When my roommate told me that bin Laden had been killed, I sprinted barefoot on pavement to the nearest T.V. and waited for the President’s address. Like Prof. David Patel suggested, Osama had been the bogeyman of my childhood, and this was a bit like hearing that Satan had been wrestled into submission by the Lake of Fire. It was worth some gravel in the soles of my feet. But shortly after President Obama’s speech, I couldn’t keep from asking what it meant.
I like there to be whooping and dancing in the streets, flags waving, the people uniting in song, a Roman triumph, a public display of evil’s mutilated body. I can appreciate a slain dragon and a toppled Philistine giant. But in this case, what I want as a classicist is undone by what I know as a modern man, which is that this dumb revelry is empty and undeserved. We are still in recession and damned by impossible debt. We have spent more lives, morale and national vigor in two embarrassing wars than we lost on Sept. 11 itself. Ten years later, this is a meaningless token. I’m sad to say I feel so cynical. I volunteered at the Red Cross on Sept. 11, and for a year I cried almost every time I saw that footage — but I was nine years old. That was a long time ago.
Osama bin Laden was not Sauron, or Voldemort, or even Hitler. Killing him is, like Spielberg’s Munich suggests, more analogous to clipping fingernails. The damage is done and will be done, no matter our symbolic achievements. I know, as most celebrants hopefully did, that the behavior of the University and the nation on May 1 was just what we are supposed to do when evil falls. This is, admittedly, coming from someone dubious of the reality of “nations” beyond some colors and a few hundred million complacent imaginations. Yet even with that disbelief suspended, I struggle to see the practical consequences.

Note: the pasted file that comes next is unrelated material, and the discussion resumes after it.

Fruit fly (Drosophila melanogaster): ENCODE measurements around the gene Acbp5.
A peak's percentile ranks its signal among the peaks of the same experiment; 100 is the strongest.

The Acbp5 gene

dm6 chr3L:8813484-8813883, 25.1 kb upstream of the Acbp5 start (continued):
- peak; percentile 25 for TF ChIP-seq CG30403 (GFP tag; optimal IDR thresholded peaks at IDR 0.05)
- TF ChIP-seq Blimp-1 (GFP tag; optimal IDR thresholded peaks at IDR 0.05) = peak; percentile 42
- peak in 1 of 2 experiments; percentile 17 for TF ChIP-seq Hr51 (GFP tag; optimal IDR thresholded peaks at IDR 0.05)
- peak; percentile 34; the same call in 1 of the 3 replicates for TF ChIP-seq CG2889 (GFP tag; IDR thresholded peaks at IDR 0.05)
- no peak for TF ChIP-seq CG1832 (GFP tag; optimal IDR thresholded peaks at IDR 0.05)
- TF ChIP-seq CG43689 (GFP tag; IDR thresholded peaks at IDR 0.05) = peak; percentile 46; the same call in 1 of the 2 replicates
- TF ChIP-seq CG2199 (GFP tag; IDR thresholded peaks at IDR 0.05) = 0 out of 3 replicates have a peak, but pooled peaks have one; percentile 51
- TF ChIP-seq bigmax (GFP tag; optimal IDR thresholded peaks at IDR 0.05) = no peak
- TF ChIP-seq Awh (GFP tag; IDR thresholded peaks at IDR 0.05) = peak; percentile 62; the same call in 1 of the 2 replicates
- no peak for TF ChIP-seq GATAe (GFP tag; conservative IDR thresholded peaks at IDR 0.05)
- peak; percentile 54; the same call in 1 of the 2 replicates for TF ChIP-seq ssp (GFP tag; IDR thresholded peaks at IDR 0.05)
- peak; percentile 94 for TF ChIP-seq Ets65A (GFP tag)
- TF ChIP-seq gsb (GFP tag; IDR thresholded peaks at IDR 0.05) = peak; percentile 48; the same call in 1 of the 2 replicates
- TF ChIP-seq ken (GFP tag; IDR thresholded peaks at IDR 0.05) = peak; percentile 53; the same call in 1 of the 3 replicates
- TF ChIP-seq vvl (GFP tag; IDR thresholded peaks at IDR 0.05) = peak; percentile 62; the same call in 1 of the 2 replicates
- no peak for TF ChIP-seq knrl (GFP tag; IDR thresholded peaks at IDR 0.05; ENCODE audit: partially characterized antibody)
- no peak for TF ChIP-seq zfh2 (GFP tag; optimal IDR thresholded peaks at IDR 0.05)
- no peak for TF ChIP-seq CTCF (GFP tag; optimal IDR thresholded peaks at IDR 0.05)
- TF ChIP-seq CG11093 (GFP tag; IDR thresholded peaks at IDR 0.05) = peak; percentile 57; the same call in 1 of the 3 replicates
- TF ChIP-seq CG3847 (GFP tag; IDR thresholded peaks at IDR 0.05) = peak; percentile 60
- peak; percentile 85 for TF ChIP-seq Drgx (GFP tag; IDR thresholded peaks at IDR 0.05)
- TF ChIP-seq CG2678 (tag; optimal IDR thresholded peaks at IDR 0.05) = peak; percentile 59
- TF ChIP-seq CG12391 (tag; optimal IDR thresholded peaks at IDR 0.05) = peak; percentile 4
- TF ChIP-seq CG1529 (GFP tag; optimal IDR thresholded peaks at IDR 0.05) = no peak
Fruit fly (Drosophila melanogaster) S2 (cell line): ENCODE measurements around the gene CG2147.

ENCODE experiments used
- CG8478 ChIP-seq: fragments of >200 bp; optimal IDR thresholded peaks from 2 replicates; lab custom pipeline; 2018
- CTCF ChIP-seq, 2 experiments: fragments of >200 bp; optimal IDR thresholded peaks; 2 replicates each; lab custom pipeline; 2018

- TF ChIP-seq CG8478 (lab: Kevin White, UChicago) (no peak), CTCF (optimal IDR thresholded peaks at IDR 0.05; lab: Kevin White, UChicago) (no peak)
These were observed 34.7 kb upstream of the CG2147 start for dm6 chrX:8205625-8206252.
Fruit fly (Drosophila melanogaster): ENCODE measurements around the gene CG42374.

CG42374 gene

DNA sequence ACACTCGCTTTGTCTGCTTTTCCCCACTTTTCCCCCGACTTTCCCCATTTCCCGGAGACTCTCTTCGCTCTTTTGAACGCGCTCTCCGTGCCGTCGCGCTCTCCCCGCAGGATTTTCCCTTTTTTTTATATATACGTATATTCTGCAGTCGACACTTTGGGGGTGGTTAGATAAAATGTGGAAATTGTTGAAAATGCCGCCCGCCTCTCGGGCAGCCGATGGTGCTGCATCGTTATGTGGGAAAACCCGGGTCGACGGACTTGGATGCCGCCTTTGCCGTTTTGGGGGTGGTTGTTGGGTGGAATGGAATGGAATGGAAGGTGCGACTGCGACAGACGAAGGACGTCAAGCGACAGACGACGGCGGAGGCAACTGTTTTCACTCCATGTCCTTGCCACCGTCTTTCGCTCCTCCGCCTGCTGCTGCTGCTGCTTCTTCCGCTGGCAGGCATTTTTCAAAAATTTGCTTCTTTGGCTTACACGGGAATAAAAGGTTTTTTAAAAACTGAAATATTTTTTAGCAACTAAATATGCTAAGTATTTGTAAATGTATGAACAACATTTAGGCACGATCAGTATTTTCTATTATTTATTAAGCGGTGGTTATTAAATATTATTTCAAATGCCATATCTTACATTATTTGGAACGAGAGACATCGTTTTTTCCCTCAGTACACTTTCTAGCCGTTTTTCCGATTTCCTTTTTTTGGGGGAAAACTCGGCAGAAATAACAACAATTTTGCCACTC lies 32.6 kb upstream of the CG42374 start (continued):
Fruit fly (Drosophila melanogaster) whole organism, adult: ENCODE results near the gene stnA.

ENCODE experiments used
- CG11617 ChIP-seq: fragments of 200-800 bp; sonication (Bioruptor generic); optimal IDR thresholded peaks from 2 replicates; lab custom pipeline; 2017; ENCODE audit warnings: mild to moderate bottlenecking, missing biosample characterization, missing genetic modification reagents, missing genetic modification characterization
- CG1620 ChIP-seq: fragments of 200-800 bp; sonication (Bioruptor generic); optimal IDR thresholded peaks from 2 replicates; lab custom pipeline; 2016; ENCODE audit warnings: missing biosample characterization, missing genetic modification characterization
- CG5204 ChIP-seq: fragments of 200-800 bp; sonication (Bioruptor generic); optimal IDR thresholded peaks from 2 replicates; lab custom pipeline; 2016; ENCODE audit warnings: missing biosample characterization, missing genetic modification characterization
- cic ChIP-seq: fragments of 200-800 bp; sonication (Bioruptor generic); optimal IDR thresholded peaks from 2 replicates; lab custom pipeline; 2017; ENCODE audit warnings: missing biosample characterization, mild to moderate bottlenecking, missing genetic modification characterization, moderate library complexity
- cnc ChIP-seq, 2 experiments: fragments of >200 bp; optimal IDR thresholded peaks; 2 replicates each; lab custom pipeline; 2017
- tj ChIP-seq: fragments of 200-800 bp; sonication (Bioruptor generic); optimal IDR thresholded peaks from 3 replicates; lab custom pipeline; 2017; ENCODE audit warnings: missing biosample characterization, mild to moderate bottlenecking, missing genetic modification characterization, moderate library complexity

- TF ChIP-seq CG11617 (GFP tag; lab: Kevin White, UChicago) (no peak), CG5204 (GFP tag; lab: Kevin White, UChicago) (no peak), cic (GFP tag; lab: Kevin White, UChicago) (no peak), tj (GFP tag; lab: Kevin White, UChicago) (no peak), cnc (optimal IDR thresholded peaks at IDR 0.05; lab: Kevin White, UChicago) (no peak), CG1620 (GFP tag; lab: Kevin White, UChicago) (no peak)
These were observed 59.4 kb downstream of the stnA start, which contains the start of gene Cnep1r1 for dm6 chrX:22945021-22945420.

It would be one thing if a real accomplishment had been concentrated into a face, as East German liberation took symbolic form in the Berlin Wall. There is nothing of substance behind this. I would guess with some certainty that bin Laden was functionally castrated.
Some may argue that amid an uncertain rebellion in Libya, natural catastrophes in Japan and the Southern U.S. and a world economically fucked-up-beyond-all-recognition, we need this modicum of good news, even with a concerted stretch of its significance. Still, I wonder whether we can justly claim that this is closure on a wound that we have salted for almost a decade.
It’s fair to ask what I’m suggesting we should have done instead. Should we have been silent, contemplative, sitting somber indoors? Obama struck exactly this tone, and I think he was inviting us to do the same. I know some who were injured in the attack, who have terminal lung cancer from working on Ground Zero or who watched hundreds of people instantly die in a fireball in Lower Manhattan. I know some for whom this was in fact justice served against the murderer of friends, relatives or parents. I am suggesting that we be respectful and act with the knowledge that for thousands this was not an excuse to post an ironic Facebook status and drink to the victory of one archetype over another. Maybe our cartoonish reaction to this news is a direct result of its irrelevance. On some level, it did seem painfully anachronistic to see Obama talking about September 11.
For those directly affected, the scars are not healed. For us, they have worsened. Let us see this for what it is; let us act with the same dignity that we adopted after the tragedy 10 years ago; let us be, in the best way, Americans.
Elias Wynshaw is a freshman in the College of Arts and Sciences. He may be reached at firstname.lastname@example.org. Guest Room appears periodically this semester.
Original Author: Elias Wynshaw